It’s a universal fact of life that people are weird about death. It comes to all of us, and yet is always such a surprise – do we all secretly think that we’re immortal? A culture’s funeral rites are always very telling, just think about how much we can learn about the Egyptians through mummification, it reveals so much about that civilisation and how they view the afterlife.
But I’m not exploring the Ancient Egyptians in this post, rather, I’m exploring Hungarian attitudes towards death via a trip to the Kegyeleti Museum in Kerepesi Cemetary. Now, ‘kegyeleti’ can mean several different things; the guide book translates it as ‘tribute’ whereas the museum itself prefers ‘piety’. Both terms, for me at least, conjure up classical associations of grave-goods, libations, and a sense of honouring ones’ ancestors. Mummification may no longer be the method by which we are prepared for the afterlife, but European funerary traditions are just as interesting.
I suppose really, the only things that change are the costumes.
The Kegyeleti Museum itself is tucked way in a building that looks like it’s there to deal with the paperwork involved in burial. I almost thought that I was in the wrong place, but then I noticed a little sign directing me up the stairs. A woman greeted me, she spoke a little English, enough to be welcoming and to point out the little booklet that explained the displays. Despite the potentially grisly subject matter, the Kegyeleti Museum doesn’t focus on the process of death, but on the objects that we use as part of the funeral rites.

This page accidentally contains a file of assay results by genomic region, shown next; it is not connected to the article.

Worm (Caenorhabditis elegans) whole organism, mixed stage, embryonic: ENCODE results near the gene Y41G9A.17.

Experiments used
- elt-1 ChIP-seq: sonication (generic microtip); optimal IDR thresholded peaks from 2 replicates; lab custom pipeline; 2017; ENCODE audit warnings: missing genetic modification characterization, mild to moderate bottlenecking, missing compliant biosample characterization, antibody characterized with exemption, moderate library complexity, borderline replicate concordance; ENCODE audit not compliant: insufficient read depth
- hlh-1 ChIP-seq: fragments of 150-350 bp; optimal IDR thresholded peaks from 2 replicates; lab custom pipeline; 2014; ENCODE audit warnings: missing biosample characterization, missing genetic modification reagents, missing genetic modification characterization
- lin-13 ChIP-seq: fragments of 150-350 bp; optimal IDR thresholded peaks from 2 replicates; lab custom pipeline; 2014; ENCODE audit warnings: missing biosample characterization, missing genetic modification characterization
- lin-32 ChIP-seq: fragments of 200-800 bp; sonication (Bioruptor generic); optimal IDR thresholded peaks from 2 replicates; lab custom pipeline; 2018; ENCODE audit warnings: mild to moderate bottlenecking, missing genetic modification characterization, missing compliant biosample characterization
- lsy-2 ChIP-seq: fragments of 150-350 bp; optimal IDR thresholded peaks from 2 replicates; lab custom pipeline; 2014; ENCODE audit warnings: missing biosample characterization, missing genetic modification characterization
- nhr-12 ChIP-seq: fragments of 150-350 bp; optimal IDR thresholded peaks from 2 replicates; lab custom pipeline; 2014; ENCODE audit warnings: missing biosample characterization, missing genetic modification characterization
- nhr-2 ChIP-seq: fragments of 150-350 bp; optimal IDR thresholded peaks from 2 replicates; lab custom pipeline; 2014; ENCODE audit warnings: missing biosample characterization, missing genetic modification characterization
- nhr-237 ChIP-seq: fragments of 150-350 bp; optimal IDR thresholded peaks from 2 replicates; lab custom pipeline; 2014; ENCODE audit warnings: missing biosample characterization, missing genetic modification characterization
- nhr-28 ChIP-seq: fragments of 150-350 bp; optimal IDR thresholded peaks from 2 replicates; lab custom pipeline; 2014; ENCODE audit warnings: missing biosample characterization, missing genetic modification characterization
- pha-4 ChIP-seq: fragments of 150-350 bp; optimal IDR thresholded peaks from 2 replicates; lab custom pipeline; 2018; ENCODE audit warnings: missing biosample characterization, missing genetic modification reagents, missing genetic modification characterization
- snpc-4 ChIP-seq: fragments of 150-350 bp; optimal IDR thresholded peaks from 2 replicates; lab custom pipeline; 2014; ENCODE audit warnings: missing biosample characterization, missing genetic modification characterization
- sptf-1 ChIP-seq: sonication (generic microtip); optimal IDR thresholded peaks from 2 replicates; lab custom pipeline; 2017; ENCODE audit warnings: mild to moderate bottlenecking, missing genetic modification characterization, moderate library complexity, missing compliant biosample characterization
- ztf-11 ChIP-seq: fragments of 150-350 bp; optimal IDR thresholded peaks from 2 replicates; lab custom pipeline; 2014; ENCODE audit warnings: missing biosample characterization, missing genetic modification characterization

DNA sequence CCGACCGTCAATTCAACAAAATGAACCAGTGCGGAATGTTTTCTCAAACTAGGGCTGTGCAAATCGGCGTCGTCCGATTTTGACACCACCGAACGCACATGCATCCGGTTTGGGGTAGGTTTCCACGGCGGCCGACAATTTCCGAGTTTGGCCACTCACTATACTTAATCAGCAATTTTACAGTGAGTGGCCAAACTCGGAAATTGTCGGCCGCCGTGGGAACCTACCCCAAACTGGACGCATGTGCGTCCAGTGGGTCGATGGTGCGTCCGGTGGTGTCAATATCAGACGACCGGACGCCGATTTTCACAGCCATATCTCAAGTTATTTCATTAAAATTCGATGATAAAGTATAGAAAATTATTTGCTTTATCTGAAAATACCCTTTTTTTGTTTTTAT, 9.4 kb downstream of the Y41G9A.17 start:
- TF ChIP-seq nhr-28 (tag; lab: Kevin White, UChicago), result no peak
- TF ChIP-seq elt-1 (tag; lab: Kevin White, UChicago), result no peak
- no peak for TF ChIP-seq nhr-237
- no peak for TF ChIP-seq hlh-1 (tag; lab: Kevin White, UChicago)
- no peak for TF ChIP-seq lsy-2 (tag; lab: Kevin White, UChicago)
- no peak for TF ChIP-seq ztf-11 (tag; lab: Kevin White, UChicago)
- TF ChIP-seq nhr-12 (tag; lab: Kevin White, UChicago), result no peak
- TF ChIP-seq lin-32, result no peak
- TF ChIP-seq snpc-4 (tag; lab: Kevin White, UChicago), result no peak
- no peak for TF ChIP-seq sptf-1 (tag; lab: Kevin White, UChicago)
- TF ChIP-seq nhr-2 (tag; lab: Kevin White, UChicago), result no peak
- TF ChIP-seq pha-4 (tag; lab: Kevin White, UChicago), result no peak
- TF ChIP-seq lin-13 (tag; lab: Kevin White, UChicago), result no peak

The horse-drawn coaches, the widow’s blacks and even the priestly vestments worn when performing the service are all on display.
When confronted with the material aspects of funerals and mourning, one is struck by just how much pomp and ceremony is involved in saying goodbye. A final farewell, is well, final. You only get one chance to give someone a funeral, to celebrate there life that it should be special, memorable, and -as one funeral home near me has on a mass-produced box- a ‘unique memorial to a unique life.’
Now, this museum, although not quite unique (there are similar museums in Viennna and I think one in the USA too) is certainly quite something. It could quite easily have been a collection of coffins, but they showed so much more than that. Alongside the big set-pieces of the carriage and the funeral tableau, there were smaller pieces on display.
These illustrated and illuminated texts stood out.
My Hungarian is not good enough to understand this, and I’m not sure if I could interpret the gothic script well enough to approximate what it says for a quick google translate. I was, however, taken with the type. This is what comes from living with a Graphic Designer, sometimes it becomes all about the aesthetic.
And then there was this…
I still find death masks incredibly unsettling.
Those were the highlights from the Kegyeleti Museum, if you’re ever in Kerepesi Cemetary, I would recommend paying them a visit. The museum is free, and it’s nowhere near as morbid as you think it’s going to be!